The Gallatin County Planning Department issued the permit to NorthWestern Energy, granting permission to place a 2-in. pipeline up to 15 ft. below the riverbed about 225 ft. downstream of the Mill Street bridge.
BOZEMAN, Mont. (AP) A floodplain permit to place a natural gas pipeline under the Gallatin River in Montana was approved as part of a larger project to build a vacation rental destination on an island in Gallatin Gateway, county officials said.
The Gallatin County Planning Department issued the permit to NorthWestern Energy, granting permission to place a 2-in. (5 cm) pipeline up to 15 ft. (5 m) below the riverbed about 225 ft. (70 m) downstream of the Mill Street bridge, The Bozeman Daily Chronicle reported.
Company officials said the Riverbend Glamping Resort project would use about half the natural gas capacity of the pipeline, while the remaining will be made available to other utility customers.
NorthWestern said it would bore the pipeline deep enough to prevent floatation, collapse or lateral movement and would complete construction in the winter and early spring to avoid flooding impacts. It also said natural gas is unlikely to enter the river because it has a low solubility, meaning if it leaked it would escape into the air.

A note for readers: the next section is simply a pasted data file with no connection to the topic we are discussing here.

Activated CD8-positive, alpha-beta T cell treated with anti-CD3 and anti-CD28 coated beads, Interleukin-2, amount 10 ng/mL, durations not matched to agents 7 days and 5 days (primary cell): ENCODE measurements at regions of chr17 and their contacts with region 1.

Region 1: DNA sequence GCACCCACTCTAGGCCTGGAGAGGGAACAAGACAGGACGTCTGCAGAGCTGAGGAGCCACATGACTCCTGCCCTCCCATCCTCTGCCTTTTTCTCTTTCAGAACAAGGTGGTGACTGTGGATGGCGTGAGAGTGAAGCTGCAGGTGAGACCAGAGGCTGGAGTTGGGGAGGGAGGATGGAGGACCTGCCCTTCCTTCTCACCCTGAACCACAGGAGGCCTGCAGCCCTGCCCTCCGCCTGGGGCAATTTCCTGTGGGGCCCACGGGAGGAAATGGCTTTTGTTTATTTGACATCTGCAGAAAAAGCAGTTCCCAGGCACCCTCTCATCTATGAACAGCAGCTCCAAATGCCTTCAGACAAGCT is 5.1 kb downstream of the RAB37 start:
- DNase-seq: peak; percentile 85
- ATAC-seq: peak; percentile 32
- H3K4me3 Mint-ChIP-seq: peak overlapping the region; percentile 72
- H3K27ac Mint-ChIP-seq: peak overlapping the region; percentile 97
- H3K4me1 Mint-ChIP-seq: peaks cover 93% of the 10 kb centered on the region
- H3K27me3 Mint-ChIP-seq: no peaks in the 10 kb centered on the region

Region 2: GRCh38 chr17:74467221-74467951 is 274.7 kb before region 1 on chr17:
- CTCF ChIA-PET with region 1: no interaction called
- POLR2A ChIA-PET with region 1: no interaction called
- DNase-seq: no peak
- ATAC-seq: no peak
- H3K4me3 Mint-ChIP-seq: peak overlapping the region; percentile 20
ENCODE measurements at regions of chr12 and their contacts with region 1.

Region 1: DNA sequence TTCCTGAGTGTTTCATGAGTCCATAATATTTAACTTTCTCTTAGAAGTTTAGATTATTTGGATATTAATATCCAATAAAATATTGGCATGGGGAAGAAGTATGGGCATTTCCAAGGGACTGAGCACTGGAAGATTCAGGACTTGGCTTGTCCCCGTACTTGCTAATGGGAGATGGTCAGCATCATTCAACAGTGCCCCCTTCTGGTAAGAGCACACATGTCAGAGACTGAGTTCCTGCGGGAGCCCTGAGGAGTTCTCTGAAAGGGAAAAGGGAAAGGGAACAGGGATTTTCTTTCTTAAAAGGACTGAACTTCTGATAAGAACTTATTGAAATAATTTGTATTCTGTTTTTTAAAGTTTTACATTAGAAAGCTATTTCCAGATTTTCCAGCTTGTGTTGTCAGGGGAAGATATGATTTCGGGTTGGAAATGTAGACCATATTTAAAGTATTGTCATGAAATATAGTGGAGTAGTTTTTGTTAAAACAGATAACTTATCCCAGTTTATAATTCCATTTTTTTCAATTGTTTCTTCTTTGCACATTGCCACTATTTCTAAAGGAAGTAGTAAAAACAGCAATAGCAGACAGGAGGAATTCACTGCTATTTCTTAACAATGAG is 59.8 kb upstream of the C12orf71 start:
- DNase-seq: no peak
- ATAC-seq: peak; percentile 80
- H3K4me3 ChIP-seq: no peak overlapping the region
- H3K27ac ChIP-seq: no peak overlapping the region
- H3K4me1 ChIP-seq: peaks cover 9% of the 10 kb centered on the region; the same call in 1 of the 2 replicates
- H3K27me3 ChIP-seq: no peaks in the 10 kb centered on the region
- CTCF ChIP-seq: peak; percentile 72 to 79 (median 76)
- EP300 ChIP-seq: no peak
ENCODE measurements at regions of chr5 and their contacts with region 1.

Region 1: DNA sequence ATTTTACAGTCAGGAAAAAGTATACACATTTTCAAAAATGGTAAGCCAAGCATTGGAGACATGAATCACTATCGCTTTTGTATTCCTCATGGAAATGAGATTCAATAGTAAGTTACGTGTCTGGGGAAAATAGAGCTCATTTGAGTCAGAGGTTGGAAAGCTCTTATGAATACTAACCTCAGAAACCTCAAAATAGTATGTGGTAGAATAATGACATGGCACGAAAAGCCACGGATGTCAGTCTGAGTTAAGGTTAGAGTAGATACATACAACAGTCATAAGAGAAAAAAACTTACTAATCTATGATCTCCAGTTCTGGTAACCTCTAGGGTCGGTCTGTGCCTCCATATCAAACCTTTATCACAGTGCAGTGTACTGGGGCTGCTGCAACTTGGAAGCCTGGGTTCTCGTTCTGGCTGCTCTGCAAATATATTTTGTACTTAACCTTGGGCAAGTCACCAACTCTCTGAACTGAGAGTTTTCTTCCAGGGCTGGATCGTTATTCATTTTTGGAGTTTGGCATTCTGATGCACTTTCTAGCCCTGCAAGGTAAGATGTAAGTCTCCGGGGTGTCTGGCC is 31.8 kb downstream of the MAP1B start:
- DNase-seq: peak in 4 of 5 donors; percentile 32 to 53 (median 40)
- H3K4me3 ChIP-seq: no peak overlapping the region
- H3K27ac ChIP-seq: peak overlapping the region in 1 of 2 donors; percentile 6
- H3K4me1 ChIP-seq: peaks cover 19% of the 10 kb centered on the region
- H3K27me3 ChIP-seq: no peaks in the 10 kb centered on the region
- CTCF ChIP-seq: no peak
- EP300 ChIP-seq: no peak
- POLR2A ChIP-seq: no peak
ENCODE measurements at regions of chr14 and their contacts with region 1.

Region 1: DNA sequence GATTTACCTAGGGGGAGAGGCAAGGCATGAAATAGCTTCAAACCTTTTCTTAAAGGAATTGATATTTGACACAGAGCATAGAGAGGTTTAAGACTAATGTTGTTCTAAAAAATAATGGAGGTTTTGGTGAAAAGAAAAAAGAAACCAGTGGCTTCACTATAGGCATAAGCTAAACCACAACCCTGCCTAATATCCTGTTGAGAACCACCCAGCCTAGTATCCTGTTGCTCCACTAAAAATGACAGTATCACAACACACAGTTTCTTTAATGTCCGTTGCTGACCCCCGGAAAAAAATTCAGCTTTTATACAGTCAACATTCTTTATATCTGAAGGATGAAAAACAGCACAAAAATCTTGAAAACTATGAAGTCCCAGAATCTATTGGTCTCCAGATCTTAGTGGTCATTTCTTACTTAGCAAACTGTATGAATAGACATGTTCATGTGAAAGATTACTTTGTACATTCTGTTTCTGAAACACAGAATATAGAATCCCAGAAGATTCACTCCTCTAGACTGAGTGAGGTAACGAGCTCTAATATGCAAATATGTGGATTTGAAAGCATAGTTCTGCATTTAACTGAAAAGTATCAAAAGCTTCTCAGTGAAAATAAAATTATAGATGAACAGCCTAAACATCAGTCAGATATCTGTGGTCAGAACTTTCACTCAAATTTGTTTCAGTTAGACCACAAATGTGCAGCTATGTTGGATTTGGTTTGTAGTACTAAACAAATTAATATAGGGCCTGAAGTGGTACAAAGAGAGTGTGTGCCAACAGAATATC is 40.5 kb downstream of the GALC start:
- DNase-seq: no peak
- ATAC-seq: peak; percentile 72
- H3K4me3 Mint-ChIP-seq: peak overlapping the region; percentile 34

"The main concern with natural gas is explosion potential," the company said. "In elevated concentrations it can escape quickly from water, causing an explosive hazard in poorly ventilated or confined areas, none of which are present at the proposed bore site, and is why the pipeline is not encased in conduit and odorant is added."
County Floodplain Administrator Sean O'Callaghan said he approved the application because it complied with regulations.
"The project will be located below ground and is being installed in such a way that there will be no disturbance to the bed or banks of the river, and minimal disturbance to upland locations, meaning that increased risk of flooding due to the project is expected to be negligible," O'Callaghan said.
Hundreds of people raised concerns about the pipeline last year when the NorthWestern applied for the permit. Peggy Lehmann, a landowner near the proposed resort, argued against the project and is working with Protect the Gallatin River in opposing the permits.
"The risk of damage to the river and ecosystem caused by boring and/or pipeline construction is being put ahead of community concerns at the expense of serving one person's desire to put a business in the floodplain,” Lehmann said.
She argued the pipeline should not have been approved because it would affect aquatic wildlife, the river, the habitat and public recreation. She also said there could be significant consequences if the pipeline broke.
NorthWestern spokesperson Jo Dee Black said no additional permits are needed to install the pipeline. But the installation is contingent upon a floodplain permit for the Riverbend Glamping Resort, which is currently under review. That permit is also contingent upon approval of a floodplain permit for the resort, which would include trailers, tiny homes and wagons for guests.
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